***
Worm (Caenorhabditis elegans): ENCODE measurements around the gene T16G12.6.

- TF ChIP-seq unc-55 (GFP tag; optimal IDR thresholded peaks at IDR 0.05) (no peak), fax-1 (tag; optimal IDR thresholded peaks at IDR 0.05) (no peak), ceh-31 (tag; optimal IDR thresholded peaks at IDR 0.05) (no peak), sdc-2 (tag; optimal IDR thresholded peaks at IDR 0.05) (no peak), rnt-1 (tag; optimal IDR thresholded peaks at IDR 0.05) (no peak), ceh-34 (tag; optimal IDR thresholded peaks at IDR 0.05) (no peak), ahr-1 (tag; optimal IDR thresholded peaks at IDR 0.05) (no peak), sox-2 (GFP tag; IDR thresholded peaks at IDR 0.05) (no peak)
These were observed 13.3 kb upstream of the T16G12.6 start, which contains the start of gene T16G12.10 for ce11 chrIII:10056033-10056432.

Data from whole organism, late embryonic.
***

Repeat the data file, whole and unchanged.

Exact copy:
Worm (Caenorhabditis elegans): ENCODE measurements around the gene T16G12.6.

- TF ChIP-seq unc-55 (GFP tag; optimal IDR thresholded peaks at IDR 0.05) (no peak), fax-1 (tag; optimal IDR thresholded peaks at IDR 0.05) (no peak), ceh-31 (tag; optimal IDR thresholded peaks at IDR 0.05) (no peak), sdc-2 (tag; optimal IDR thresholded peaks at IDR 0.05) (no peak), rnt-1 (tag; optimal IDR thresholded peaks at IDR 0.05) (no peak), ceh-34 (tag; optimal IDR thresholded peaks at IDR 0.05) (no peak), ahr-1 (tag; optimal IDR thresholded peaks at IDR 0.05) (no peak), sox-2 (GFP tag; IDR thresholded peaks at IDR 0.05) (no peak)
These were observed 13.3 kb upstream of the T16G12.6 start, which contains the start of gene T16G12.10 for ce11 chrIII:10056033-10056432.

Data from whole organism, late embryonic.